U.S. v. Rivera

Decision Date04 April 1990
Docket NumberNos. 85-1768,85-1771,s. 85-1768
Citation900 F.2d 1462
PartiesUNITED STATES of America, Plaintiff-Appellee, v. Luis Anthony RIVERA, Defendant-Appellant.
CourtU.S. Court of Appeals — Tenth Circuit

Louis Vernell, North Miami Beach, Fla., for defendant-appellant.

Mervyn Hamburg, Appellate Section, Criminal Div., U.S. Dept. of Justice, Washington, D.C. (Roger Hilfiger, U.S. Atty., E.D.Okl., and Paul Hess, Asst. U.S. Atty., E.D.Okl., with him on the brief), for plaintiff-appellee.

Before HOLLOWAY, Chief Judge, and McKAY, LOGAN, SEYMOUR, MOORE, ANDERSON, TACHA, BALDOCK, BRORBY and EBEL, Circuit Judges.

EBEL, Circuit Judge.

This case presents the issue of whether defendant Luis Anthony Rivera's convictions for various drug offenses should be reversed due to the cumulative effect of alleged deficiencies in the performance of government-appointed defense counsel, combined with the effect of the trial court's refusal to grant a pretrial continuance. Because we find no error in the performance of defendant's trial counsel nor in the trial court's denial of defendant's motion for a continuance, we have no occasion to apply the cumulative-error doctrine in this case. Further, we have concluded that the performance of defense counsel and the trial court's refusal to grant a pretrial continuance did not cause the defendant's trial to be fundamentally unfair. Therefore, we vacate the three-judge panel's judgment reversing defendant's convictions; we affirm the trial court's judgment in part; and we remand the case to the trial court in order to vacate defendant's two lesser-included conspiracy convictions.

Facts

Defendant was convicted, in a jury trial, of thirteen drug offenses charged in two indictments. The first indictment charged defendant and six other named individuals with the following: (1) conspiracy to import cocaine, in violation of 21 U.S.C. Secs. 952(a), 960, and 963; (2) importation of cocaine, in violation of 21 U.S.C. Secs. 952(a) and 960; (3) conspiracy to possess cocaine with intent to distribute and conspiracy to distribute cocaine, in violation of 21 U.S.C. Secs. 841(a)(1) and 846; (4) possession of cocaine with intent to distribute and distribution of cocaine, in violation of 21 U.S.C. Sec. 841(a)(1); (5) conspiracy to travel in interstate and foreign commerce with the intent to import cocaine, to possess cocaine with the intent to distribute, and to distribute cocaine, in violation of 18 U.S.C. Secs. 371 and 1952(a)(3); (6) traveling in interstate and foreign commerce with the intent to import cocaine, to possess cocaine with the intent to distribute, and to distribute cocaine, in violation of 18 U.S.C. Sec. 1952(a)(3); and (7) engaging in a continuing criminal enterprise ("CCE"), in violation of 21 U.S.C. Sec. 848.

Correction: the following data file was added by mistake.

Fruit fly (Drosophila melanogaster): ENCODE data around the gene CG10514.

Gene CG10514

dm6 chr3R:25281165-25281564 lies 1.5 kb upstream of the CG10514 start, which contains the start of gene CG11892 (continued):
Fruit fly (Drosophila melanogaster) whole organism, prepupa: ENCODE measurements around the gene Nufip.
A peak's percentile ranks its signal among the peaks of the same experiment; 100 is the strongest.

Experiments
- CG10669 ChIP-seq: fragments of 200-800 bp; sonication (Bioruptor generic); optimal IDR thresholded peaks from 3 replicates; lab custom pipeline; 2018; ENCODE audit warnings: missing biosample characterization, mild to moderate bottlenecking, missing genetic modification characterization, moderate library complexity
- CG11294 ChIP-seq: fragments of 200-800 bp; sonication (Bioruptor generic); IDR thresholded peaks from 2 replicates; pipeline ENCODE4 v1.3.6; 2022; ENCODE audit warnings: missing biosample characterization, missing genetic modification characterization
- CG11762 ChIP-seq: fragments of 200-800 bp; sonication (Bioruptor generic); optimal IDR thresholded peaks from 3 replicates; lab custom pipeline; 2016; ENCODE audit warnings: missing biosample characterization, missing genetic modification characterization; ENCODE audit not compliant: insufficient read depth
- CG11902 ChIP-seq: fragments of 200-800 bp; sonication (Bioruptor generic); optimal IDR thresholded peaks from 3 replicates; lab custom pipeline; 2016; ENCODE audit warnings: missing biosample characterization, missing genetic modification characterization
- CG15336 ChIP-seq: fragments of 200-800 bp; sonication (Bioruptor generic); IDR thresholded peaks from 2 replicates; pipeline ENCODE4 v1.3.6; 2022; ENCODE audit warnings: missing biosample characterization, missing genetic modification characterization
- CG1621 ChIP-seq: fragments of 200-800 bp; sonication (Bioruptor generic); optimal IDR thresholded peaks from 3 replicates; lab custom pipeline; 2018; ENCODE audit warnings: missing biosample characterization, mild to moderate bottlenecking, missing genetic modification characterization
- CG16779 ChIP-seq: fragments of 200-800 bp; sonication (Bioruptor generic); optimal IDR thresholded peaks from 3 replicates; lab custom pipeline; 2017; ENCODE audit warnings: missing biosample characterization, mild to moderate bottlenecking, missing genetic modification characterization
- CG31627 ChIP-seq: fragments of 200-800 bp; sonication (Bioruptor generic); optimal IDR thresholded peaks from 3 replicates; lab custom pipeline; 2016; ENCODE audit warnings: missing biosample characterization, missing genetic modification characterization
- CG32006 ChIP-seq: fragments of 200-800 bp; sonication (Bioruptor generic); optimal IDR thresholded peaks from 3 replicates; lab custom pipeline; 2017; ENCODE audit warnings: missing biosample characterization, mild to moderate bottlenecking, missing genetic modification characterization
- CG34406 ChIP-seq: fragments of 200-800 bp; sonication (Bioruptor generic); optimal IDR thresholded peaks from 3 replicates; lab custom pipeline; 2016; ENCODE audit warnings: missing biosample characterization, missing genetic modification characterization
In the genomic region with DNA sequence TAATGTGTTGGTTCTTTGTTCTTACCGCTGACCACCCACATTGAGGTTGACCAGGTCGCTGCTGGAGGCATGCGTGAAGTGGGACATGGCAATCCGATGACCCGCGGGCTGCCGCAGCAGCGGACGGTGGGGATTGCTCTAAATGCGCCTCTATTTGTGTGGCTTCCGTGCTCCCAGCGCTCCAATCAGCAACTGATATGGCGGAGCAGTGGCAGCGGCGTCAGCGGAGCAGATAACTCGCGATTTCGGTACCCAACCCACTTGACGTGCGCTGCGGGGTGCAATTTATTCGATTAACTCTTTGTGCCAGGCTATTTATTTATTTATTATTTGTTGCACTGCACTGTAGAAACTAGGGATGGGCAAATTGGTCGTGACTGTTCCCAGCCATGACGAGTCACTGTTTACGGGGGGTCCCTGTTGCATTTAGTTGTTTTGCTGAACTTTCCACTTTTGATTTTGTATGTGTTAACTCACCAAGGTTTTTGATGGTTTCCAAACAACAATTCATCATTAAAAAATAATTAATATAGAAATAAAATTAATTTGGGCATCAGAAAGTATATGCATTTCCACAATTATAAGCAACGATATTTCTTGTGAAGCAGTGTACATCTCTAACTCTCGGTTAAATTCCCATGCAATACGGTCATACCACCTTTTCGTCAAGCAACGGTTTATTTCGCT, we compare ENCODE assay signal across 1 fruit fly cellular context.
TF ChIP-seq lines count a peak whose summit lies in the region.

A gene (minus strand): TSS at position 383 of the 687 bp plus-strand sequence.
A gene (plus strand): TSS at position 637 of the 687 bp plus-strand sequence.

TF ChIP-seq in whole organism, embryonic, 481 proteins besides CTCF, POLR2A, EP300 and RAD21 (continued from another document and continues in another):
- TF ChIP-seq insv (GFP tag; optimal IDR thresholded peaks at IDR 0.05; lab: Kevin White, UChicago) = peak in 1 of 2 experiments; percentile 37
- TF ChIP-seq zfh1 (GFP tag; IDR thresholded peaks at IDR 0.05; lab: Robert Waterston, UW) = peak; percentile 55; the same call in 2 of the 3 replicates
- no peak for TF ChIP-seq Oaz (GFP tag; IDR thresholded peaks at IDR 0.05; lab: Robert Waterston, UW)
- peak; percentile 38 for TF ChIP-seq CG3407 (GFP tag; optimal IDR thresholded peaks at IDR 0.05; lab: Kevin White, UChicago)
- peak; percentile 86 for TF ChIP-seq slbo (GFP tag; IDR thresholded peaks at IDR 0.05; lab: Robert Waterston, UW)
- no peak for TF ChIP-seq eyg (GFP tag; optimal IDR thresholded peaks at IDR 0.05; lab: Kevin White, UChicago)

The first indictment concerned the alleged importation of approximately 460 pounds of cocaine from Columbia to an isolated airstrip in Talihina, Oklahoma, on July 1, 1983. It alleged that defendant arranged for someone to locate an appropriate airstrip and to arrange transport of the cocaine to Miami. The indictment described the purchases of the Cessna aircraft and two pickup trucks used to transport the cocaine and detailed the travels of the various participants in the days leading up to the July 1, 1983 importation. Several of the alleged perpetrators were arrested shortly after the cocaine was transferred from a Cessna 404 Titan aircraft to an awaiting pickup truck. Defendant was arrested on January 18, 1985, more than eighteen months later.

The second indictment concerned the alleged importation of approximately 400 pounds of cocaine from Columbia to Talihina, Oklahoma, on July 12, 1982, and its transport to Florida. The six counts in the second indictment were identical to counts I through VI in the first indictment. The second indictment did not contain a CCE count. All of the allegations in the second indictment related to the July 12, 1982 operation.

The trial court admitted evidence of two drug offenses not specifically charged in either indictment. The first transaction occurred in May 1983, when defendant allegedly contacted Cecil Ford, an indicted coconspirator under the first indictment, and instructed him to travel from Florida to the Denver, Colorado Airport to deliver five kilos of cocaine. Ford was allegedly paid $5,000 for the job.

The second transaction occurred approximately one week prior to the July 1, 1983 importation charged in the first indictment. Defendant allegedly instructed William Sebolt and Rogers Ariza, indicted coconspirators under the first indictment, to travel from Oklahoma to Milwaukee, Wisconsin, in order to pick up cocaine from a parked aircraft. They allegedly did so, placing the cocaine in a hidden compartment in a truck provided by defendant, and transported the cocaine to Florida. Upon delivering the cocaine, Sebolt and Ariza allegedly received cash payments of $5,000 and $10,000, respectively.